FASTEST ON SNOW MEETS FASTEST ON WATER
Australia's fastest skier, Michael Milton, will start what's expected to be the most spectacular race at the 2007 Signage One National Capital Cup, with some Personal Water Craft (jet skis) likely to reach speeds over 130km/hr.
The event on the February 3-4 on Regatta Point, Lake Burley Griffin in Canberra will host the best PWC riders from across Australia, including several Australian national champions and no less than four world number one riders.
Milton, who set a new world and Australian speed skiing record in 2006, clocking an amazing 213.65km/hr, says he is looking forward to seeing how fast the ski riders can go.
"I love seeing people push the limits. There are some clear parallels between racing jet skis and speed skiing and I'm keen to have a chat with a few of the faster competitors. I'd like to have a go as well and may even get to hop on the back of a ski during a practice session," said Milton, smiling.
Canberra first hosted the Signage One National Capital Cup in 2006 and this year the size of the event has more than doubled to a three day format. Race classes range from 'Rookie' through to 'Pro' both on runabouts (jet skis on which riders are in a sitting position) and pole skis (standing). This year's schedule also includes the Junior 800 ski riders with four of the country's best juniors (12-15) going head to head, including world number four Luke Day from Queensland.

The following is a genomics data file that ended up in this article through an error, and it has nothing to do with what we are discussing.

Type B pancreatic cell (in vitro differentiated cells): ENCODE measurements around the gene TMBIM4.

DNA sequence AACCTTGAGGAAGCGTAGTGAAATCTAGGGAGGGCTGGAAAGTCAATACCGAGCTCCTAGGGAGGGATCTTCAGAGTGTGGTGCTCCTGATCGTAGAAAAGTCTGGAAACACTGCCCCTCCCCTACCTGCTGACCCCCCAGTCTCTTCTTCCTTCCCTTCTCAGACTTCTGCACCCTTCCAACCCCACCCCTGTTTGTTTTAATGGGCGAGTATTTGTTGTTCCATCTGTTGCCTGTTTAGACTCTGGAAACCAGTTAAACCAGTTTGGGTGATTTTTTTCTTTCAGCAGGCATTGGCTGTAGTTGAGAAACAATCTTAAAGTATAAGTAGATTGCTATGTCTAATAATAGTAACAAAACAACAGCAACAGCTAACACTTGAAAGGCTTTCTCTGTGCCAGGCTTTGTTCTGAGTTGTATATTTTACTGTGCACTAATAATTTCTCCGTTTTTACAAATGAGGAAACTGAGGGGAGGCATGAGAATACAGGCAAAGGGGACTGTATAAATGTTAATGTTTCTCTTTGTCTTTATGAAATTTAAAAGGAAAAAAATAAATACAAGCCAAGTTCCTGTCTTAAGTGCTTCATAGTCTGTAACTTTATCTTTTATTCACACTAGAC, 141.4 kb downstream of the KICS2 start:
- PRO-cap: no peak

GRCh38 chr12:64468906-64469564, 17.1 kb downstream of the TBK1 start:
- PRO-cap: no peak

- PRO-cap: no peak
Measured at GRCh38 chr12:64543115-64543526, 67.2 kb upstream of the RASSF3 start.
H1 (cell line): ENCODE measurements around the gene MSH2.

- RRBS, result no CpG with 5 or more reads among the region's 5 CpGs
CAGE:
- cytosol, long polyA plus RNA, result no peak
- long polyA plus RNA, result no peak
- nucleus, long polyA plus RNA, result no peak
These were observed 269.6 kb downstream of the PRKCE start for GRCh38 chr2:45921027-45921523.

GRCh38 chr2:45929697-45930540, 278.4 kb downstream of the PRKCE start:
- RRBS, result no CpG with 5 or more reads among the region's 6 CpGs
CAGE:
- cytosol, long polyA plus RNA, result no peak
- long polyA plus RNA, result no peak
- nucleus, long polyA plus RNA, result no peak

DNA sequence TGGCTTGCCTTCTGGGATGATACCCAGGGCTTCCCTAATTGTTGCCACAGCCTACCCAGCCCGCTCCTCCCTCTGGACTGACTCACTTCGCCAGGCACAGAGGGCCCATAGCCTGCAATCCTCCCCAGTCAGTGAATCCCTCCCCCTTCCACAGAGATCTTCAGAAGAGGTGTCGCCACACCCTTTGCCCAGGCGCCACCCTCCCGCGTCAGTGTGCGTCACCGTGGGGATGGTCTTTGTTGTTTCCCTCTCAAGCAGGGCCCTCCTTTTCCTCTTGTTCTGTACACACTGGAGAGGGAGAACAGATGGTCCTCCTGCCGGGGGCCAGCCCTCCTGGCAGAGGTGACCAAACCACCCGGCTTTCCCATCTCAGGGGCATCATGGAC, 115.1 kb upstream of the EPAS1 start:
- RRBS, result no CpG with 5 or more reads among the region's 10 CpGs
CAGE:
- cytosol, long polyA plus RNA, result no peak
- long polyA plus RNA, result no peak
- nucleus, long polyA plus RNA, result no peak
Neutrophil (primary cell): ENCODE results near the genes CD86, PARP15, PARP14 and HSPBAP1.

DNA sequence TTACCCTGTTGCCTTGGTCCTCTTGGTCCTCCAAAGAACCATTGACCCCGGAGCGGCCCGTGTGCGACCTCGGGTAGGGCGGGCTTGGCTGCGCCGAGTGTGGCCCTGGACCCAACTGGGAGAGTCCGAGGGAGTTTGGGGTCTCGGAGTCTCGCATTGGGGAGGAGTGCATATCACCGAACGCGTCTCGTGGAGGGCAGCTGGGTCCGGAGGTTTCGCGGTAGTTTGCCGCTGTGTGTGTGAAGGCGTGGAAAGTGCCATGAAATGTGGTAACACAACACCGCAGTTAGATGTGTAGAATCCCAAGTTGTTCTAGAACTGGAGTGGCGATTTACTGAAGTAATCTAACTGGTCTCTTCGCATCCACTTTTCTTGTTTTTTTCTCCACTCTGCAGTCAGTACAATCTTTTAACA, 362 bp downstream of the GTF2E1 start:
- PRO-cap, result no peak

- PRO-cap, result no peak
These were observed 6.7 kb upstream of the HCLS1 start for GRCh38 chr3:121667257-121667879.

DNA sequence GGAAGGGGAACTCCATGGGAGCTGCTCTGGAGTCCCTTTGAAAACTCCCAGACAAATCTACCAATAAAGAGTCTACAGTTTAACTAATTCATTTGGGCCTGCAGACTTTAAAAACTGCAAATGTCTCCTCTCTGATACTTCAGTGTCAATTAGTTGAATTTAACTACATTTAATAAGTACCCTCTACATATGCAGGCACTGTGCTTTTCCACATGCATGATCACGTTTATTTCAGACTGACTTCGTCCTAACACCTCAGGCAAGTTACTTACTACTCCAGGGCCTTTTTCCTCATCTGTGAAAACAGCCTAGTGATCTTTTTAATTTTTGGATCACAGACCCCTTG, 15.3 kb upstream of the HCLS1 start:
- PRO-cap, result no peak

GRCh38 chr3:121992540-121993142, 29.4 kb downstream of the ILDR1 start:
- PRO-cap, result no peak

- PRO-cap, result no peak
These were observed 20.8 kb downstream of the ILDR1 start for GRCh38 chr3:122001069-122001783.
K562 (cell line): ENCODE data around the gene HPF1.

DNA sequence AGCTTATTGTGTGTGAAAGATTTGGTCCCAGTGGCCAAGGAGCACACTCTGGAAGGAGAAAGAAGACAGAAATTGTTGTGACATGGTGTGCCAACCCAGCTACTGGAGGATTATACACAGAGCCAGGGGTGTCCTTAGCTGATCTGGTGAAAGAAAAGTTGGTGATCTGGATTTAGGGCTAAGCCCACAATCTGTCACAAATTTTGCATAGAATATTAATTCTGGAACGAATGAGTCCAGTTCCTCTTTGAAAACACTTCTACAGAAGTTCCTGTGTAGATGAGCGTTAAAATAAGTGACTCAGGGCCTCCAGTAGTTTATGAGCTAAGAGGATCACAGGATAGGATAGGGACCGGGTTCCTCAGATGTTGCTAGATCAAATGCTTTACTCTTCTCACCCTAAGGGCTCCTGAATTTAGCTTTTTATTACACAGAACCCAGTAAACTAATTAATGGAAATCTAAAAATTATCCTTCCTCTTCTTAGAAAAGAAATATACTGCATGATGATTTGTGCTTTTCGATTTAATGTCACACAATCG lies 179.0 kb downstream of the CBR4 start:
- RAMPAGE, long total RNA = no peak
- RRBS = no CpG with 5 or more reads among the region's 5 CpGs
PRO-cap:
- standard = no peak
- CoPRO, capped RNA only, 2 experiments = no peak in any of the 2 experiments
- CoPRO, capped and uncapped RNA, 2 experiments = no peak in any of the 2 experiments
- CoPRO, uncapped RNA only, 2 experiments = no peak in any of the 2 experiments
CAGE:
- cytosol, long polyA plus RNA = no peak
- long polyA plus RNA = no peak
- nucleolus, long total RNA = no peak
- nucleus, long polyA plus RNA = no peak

Milton will start the 'Pro Open 1200 Runabout' race at around 10.15am on Saturday 3 February. It will feature some of the quickest PWCs in the world. With their four-stroke engines producing over 400Hp, these skis are capable of reaching speeds in excess of 130km/hr, with an acceleration rate of 0-100km/hr in less than1.9 seconds.
"That's pretty crazy on water," said Milton. "I do 0-100km/hr in 3.2 seconds so these guys are almost twice as fast as me at the start. That would be a huge rush. Snow has a lot less friction than water though so I just keep accelerating but I would love to feel that initial blast of speed."